6th Circuit Clarifies Treatment of 401(k) Contributions in Chapter 13

Posted by NCBRC - October 6, 2020

Rejecting its own dictum in  Seafort v. Burden (In re Seafort), the Sixth Circuit held that a chapter 13 debtor’s post-petition voluntary contributions to an employer-sponsored retirement plan are not part of her disposable income so long as they are a continuation of pre-petition contributions. Davis v. Helbling (In re Davis), No. 19-3117 (6th Cir. June 1, 2020).

Well before she filed for bankruptcy, the debtor began making monthly contributions in the amount of $220.66 to her retirement account. When she filed for bankruptcy, she included those contributions in her schedule of expenses. The trustee objected to confirmation of the debtor’s proposed chapter 13 plan on the basis that, because of the monthly contributions to her 401(k), she was not proposing to contribute all of her disposable income to the plan. Adhering to dictum in Seafort v. Burden (In re Seafort), 669 F.3d 662, 674 n.7 (6th Cir. 2012), the bankruptcy court sustained the trustee’s objection. The debtor amended her plan to incorporate the 401(k) amount, and the bankruptcy court certified the case for direct appeal to the Sixth Circuit.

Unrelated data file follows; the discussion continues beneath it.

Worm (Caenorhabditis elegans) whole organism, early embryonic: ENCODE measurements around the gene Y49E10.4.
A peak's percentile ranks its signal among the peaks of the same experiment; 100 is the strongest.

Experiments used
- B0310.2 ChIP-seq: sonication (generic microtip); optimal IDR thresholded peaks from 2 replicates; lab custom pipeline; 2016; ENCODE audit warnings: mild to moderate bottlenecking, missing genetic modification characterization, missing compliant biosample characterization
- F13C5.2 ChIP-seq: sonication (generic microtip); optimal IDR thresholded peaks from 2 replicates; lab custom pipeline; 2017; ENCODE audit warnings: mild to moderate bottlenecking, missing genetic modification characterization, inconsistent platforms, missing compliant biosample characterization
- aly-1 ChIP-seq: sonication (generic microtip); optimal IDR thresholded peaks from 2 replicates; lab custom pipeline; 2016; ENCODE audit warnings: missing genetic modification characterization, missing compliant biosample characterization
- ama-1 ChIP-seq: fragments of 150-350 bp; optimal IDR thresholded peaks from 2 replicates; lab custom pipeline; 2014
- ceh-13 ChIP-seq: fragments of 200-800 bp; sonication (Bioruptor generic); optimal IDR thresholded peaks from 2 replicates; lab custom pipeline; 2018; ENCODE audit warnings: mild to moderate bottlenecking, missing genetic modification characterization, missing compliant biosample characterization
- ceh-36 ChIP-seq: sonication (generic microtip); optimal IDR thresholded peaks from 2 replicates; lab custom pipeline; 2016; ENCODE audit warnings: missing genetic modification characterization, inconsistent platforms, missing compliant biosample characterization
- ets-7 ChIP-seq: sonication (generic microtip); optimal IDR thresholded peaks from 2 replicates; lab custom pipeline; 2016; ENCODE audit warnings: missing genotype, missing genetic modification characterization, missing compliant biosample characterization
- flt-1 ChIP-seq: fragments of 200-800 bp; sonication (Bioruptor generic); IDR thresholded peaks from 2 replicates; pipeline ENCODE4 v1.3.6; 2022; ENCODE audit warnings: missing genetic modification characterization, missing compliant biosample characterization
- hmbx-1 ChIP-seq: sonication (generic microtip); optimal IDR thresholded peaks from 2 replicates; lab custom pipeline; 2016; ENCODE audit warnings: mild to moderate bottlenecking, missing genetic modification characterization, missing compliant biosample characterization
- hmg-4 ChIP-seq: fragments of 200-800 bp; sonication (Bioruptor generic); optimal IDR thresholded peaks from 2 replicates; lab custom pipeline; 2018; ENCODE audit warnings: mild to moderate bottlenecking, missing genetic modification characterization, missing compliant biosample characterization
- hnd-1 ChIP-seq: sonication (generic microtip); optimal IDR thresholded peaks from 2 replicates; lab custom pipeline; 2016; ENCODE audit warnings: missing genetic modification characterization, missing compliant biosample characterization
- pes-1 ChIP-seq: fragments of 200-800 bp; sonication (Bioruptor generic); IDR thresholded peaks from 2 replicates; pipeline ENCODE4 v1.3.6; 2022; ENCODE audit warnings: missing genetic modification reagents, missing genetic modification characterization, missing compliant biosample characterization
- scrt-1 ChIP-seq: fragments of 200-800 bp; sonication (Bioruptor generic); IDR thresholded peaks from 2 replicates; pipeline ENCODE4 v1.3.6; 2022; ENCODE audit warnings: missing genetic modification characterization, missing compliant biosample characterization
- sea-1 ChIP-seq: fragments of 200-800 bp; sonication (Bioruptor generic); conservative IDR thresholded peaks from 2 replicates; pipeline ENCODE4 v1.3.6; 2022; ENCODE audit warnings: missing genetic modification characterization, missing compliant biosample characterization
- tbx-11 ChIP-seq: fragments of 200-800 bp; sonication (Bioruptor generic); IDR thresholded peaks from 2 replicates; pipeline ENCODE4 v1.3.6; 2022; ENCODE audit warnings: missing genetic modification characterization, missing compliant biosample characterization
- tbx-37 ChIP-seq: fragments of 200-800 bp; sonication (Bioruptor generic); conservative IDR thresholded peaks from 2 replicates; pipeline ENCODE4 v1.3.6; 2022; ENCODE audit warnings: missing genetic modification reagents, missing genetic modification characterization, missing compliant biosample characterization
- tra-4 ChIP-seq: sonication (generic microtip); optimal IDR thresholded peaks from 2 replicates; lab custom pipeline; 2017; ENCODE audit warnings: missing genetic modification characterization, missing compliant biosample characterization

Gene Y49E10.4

The trustee’s objection to the debtor’s proposed plan triggered application of section 1325(b)(1) which mandates that the court confirm the debtor’s plan only if she contributes all of her projected disposable income. Calculation of disposable income is governed by section 1325(b)(2) as current monthly income reduced by expenses reasonably necessary for the debtor’s maintenance or support. For an above-median debtor, like the debtor here, allowable expenses are listed in the National and Local Standards set forth in the Internal Revenue Code. Hamilton v. Lanning, 560 U.S. 505, 524 (2010) further instructs the bankruptcy court to consider changes in expenses and income that are known or virtually certain to occur in the future. Section 541(b)(7)(A) excludes from the calculation of disposable income wages withheld by an employer for contribution to an employee retirement plan. The hanging paragraph, added in 2005, continues, “except that such amount under this subparagraph shall not constitute disposable income as defined in Section 1325(b)(2).”